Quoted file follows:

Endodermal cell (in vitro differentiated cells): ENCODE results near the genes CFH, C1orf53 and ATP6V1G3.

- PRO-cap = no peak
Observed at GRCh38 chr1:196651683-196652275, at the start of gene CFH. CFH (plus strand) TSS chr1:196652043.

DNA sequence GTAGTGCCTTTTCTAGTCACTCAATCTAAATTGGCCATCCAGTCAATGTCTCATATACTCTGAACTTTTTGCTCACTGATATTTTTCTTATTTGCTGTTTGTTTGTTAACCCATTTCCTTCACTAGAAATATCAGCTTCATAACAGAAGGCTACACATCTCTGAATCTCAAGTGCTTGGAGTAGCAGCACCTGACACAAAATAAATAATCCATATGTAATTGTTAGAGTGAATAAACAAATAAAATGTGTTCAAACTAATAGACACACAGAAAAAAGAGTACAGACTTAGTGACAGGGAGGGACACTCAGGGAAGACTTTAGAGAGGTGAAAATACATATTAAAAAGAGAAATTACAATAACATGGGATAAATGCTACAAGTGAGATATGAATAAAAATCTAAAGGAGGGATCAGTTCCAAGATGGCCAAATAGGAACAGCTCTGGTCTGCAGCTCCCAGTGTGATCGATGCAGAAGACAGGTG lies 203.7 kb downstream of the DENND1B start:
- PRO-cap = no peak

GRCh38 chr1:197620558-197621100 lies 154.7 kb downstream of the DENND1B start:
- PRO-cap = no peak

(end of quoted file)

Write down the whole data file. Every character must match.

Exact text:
Endodermal cell (in vitro differentiated cells): ENCODE results near the genes CFH, C1orf53 and ATP6V1G3.

- PRO-cap = no peak
Observed at GRCh38 chr1:196651683-196652275, at the start of gene CFH. CFH (plus strand) TSS chr1:196652043.

DNA sequence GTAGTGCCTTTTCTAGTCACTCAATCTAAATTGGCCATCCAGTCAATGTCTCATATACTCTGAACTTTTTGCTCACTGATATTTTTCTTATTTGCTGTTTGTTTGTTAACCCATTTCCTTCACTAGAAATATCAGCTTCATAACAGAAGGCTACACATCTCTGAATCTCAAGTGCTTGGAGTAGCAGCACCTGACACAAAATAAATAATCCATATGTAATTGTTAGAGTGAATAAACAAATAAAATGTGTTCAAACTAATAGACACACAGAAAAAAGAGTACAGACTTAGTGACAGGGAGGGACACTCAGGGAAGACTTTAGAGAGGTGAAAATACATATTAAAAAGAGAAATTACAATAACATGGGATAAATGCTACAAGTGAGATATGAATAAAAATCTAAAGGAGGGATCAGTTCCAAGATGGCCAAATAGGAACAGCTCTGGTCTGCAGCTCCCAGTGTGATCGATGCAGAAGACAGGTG lies 203.7 kb downstream of the DENND1B start:
- PRO-cap = no peak

GRCh38 chr1:197620558-197621100 lies 154.7 kb downstream of the DENND1B start:
- PRO-cap = no peak